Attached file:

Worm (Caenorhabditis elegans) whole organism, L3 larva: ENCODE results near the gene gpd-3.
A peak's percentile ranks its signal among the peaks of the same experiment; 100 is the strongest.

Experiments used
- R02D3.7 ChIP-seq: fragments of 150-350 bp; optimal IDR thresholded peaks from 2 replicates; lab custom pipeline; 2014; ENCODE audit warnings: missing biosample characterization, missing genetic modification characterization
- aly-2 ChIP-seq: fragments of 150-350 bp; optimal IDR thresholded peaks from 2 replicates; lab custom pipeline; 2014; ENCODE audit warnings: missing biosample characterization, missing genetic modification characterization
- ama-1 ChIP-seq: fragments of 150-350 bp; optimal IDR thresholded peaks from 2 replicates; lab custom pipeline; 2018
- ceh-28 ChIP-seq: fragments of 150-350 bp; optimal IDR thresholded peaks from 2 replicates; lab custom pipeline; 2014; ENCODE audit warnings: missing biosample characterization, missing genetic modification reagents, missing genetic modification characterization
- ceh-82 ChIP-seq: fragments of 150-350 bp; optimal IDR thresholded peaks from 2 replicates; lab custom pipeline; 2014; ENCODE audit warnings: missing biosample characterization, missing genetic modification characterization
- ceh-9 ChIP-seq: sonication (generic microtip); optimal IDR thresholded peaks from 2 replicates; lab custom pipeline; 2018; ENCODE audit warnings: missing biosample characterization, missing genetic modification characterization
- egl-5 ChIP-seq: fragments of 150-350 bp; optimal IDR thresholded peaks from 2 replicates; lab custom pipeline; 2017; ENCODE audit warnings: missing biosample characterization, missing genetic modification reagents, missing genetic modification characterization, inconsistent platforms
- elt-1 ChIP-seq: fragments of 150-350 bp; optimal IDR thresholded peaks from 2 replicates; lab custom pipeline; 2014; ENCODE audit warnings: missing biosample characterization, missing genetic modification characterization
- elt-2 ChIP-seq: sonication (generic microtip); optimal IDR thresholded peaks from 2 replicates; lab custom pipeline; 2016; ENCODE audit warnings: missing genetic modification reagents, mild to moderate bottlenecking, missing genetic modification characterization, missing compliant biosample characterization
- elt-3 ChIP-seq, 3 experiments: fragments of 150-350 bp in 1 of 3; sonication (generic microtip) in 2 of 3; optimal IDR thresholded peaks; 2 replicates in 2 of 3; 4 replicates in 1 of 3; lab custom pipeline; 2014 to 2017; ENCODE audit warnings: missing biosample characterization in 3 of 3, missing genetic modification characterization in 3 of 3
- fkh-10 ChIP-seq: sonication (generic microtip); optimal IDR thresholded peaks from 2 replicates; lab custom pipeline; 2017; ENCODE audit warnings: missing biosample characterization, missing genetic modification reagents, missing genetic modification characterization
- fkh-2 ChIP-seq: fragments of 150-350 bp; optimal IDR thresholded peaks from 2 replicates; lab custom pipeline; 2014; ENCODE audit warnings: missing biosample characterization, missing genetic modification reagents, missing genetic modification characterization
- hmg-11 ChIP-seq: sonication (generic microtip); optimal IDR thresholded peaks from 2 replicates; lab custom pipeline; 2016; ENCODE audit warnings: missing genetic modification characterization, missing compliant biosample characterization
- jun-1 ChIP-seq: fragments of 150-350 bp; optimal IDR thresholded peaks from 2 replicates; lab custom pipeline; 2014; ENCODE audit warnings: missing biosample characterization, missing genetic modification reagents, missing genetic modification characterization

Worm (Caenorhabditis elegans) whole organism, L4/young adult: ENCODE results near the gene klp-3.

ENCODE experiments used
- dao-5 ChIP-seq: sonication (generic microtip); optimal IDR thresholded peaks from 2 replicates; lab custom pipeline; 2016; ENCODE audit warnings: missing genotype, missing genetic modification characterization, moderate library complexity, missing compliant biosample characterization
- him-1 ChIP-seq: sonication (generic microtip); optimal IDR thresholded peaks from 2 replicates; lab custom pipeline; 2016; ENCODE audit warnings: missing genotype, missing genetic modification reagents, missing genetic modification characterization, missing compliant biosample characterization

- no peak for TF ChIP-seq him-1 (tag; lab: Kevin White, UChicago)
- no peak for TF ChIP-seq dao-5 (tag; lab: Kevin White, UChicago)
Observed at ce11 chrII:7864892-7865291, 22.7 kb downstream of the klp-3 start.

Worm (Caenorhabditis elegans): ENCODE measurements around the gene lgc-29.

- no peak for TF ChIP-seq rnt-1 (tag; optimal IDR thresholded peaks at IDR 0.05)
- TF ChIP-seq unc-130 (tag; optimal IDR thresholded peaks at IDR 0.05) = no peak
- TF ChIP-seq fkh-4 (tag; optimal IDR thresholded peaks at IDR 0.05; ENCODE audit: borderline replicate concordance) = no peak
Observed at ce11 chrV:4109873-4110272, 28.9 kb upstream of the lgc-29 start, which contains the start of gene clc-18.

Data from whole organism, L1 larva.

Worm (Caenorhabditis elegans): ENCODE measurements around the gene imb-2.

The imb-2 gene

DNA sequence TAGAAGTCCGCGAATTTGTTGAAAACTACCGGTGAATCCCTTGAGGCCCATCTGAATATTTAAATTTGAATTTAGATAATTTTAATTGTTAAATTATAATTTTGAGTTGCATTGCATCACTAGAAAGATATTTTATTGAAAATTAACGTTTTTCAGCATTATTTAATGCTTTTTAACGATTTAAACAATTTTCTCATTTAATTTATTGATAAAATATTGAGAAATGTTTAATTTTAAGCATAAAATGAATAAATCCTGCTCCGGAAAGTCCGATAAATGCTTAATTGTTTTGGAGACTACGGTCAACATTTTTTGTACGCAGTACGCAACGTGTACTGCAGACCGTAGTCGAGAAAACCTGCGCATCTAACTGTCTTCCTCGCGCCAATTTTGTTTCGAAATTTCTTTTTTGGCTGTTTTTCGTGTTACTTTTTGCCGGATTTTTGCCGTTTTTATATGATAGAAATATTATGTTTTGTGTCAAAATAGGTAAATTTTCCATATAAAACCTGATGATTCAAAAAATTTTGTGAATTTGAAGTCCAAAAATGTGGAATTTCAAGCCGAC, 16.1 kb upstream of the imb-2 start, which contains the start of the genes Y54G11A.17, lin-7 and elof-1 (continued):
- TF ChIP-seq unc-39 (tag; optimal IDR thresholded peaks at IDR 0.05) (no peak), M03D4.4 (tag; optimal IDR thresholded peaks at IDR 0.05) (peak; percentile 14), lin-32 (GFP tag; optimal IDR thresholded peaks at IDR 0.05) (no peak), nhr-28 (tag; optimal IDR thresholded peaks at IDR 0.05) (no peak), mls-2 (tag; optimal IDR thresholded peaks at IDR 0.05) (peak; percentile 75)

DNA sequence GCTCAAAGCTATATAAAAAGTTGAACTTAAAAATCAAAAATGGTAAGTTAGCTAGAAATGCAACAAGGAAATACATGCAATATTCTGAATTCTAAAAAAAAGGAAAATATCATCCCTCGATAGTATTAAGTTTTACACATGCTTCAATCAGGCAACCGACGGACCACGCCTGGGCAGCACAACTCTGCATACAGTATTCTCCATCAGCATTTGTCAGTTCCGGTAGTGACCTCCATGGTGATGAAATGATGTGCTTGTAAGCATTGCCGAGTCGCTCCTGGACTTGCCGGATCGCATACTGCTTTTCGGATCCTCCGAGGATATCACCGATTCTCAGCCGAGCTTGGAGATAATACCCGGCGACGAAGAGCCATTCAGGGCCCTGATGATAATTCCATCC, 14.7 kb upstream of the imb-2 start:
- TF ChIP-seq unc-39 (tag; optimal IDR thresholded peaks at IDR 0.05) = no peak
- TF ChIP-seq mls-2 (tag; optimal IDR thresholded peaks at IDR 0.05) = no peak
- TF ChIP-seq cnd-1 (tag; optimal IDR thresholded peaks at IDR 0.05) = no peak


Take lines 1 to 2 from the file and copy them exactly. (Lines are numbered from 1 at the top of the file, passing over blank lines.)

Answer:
Worm (Caenorhabditis elegans) whole organism, L3 larva: ENCODE results near the gene gpd-3.
A peak's percentile ranks its signal among the peaks of the same experiment; 100 is the strongest.